Drought could cause Christmas tree shortage on Vancouver Island

WatchThe extreme heat and dry weather has taken a major toll on Vancouver Island Christmas trees. Some tree farms have lost all of this year's saplings, and even mature trees that would be sold this December are beginning to die from the drought. Skye Ryan has more.

Christmas tree farmer Bob Russell walked through fields of brown sunburnt branches and dying saplings Tuesday.

The 83-year-old Sahtlam man said he’s never seen anything like this summer’s drought, that’s killed off his young trees by the thousands.

“This is by and far the worst conditions,” said Russell, owner of Sahtlam Tree Farm.

According to Russell, half of the 40,000 trees on his property are showing signs of damage from the intense heat dome that baked Vancouver Island at the end of June and grilled his fields in record 40 C temperatures.

Now, the record-breaking drought that’s turned soil into dust is killing any chance the trees might have had.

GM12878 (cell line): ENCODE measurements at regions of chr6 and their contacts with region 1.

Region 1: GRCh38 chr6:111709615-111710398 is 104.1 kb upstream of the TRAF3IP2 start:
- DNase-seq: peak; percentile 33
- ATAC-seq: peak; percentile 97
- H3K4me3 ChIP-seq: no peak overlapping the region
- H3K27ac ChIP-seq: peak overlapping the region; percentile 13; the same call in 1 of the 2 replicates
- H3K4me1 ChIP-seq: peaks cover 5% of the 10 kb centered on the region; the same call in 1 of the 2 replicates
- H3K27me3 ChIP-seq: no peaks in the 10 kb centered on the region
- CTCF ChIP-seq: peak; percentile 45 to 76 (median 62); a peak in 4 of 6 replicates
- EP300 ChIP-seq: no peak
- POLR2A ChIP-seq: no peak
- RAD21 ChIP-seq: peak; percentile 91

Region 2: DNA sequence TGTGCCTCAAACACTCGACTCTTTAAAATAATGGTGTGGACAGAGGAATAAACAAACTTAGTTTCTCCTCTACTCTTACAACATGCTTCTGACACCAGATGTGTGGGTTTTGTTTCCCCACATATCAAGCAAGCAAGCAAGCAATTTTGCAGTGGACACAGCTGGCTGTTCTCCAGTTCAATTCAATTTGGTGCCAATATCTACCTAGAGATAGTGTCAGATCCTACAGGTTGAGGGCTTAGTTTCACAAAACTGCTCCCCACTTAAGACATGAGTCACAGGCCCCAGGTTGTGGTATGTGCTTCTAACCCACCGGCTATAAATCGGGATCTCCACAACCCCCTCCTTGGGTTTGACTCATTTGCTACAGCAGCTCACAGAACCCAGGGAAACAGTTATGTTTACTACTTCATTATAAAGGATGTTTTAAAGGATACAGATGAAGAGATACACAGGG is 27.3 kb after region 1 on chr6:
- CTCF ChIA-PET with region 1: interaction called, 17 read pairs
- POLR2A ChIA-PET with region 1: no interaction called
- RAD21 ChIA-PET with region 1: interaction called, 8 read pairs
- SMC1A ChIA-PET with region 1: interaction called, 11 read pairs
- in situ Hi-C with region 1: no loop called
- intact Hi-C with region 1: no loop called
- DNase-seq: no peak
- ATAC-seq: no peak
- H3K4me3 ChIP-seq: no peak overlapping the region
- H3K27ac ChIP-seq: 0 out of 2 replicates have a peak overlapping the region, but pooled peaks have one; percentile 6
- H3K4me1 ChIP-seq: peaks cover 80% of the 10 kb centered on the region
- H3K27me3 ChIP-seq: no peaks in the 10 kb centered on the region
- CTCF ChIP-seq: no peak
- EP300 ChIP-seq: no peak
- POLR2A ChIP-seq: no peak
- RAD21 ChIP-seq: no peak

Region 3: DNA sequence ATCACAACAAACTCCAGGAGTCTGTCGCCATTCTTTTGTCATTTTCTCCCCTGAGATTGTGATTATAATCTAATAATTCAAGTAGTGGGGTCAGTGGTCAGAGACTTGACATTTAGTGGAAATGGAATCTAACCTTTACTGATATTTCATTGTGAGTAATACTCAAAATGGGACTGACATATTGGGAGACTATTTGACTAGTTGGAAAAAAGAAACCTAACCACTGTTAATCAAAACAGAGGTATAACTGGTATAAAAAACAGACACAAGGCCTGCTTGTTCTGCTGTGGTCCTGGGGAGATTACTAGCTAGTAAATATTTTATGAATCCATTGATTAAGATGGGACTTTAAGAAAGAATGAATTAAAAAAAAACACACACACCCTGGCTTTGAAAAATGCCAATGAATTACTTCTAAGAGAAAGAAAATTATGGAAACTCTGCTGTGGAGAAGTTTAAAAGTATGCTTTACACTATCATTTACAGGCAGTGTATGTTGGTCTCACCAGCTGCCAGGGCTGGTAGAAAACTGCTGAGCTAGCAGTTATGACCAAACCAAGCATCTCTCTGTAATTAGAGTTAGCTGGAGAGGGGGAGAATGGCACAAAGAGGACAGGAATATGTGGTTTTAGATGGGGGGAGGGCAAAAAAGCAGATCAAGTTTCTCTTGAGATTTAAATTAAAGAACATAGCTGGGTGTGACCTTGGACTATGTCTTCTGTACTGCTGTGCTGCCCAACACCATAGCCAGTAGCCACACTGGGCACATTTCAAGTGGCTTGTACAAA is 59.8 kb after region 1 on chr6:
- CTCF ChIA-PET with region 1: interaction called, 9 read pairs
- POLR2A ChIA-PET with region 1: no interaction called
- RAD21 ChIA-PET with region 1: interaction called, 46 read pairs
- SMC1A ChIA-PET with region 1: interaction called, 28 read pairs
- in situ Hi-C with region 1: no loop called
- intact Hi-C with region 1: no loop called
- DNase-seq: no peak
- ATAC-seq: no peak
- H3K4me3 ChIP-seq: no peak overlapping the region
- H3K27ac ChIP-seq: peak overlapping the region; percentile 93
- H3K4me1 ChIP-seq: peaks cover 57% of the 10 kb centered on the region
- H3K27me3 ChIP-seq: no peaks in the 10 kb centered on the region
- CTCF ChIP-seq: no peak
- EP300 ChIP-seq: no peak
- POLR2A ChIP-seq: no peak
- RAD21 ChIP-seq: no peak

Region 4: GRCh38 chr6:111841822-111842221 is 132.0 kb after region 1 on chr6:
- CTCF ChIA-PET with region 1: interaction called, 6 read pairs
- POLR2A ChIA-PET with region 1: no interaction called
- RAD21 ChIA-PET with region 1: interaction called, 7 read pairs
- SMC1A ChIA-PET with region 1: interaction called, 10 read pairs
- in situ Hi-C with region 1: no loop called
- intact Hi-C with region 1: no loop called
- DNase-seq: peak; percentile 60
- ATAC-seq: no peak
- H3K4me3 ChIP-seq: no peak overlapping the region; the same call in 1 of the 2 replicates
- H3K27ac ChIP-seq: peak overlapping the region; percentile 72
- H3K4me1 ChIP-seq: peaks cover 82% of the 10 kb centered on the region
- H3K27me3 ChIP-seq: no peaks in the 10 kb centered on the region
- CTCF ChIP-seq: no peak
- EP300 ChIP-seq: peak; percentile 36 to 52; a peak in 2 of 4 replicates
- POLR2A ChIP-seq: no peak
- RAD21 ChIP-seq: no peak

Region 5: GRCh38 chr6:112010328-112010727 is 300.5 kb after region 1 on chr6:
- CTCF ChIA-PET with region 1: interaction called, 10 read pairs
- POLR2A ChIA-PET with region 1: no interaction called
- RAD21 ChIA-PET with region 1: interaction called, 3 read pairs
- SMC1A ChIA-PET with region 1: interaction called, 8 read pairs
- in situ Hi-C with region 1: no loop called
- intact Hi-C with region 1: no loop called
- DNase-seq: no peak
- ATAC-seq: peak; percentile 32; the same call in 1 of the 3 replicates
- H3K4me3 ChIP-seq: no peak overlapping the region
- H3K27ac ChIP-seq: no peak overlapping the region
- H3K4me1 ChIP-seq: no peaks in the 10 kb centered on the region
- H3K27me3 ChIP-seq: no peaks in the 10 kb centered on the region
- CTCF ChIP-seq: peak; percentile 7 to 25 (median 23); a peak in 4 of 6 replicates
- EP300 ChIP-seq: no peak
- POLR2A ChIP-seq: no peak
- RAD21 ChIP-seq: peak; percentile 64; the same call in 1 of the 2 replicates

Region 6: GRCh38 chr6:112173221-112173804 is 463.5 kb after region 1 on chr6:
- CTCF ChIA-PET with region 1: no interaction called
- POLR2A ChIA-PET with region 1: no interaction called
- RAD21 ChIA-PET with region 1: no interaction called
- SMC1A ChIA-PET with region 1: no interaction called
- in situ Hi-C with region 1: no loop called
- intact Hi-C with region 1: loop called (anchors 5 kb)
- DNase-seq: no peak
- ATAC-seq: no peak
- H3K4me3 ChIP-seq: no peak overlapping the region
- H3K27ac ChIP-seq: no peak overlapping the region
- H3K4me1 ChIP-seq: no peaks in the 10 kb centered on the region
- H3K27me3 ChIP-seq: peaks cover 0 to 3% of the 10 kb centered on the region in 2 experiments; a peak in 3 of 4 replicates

“Drought is something we cannot control. Pure and simple. Mother nature rules,” said Russell.

He’s not alone.

“I’ve got a lot more damage this year than I’ve ever had. We’re gonna all have some losses. You can’t claim losses so you just suck it up,” said Stan Wheat, Wheat’s U-Pick Tree Farm in Nanaimo.

Wheat expects a shortage of trees come Christmas as the losses add up.

“We’re going to have fewer Christmas trees on the Island. I think so anyhow,” said Wheat.

“In about two or three years’ time, in my case, there will be a shortage,” said Russell.

For Mike Gogo, one of the largest tree farmers on Vancouver Island, this summer’s extreme conditions has hit him twice. A wildfire that spread on his farm at the end of July consumed an estimated 1,000 trees that would have been headed to market this Christmas, and the drought has killed nearly all of his young plantings.

“It’s really really a concern,” said Gogo.

It’s a scenario facing farms across southwest B.C. and into Washington as well as Oregon. The question now many are asking now is how much more damage they will have to endure before the drought is over.

“It’s ongoing because we have got a continuing drought and there’s no real evidence of a good rain happening,” said Russell.

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Skye RyanSkye Ryan

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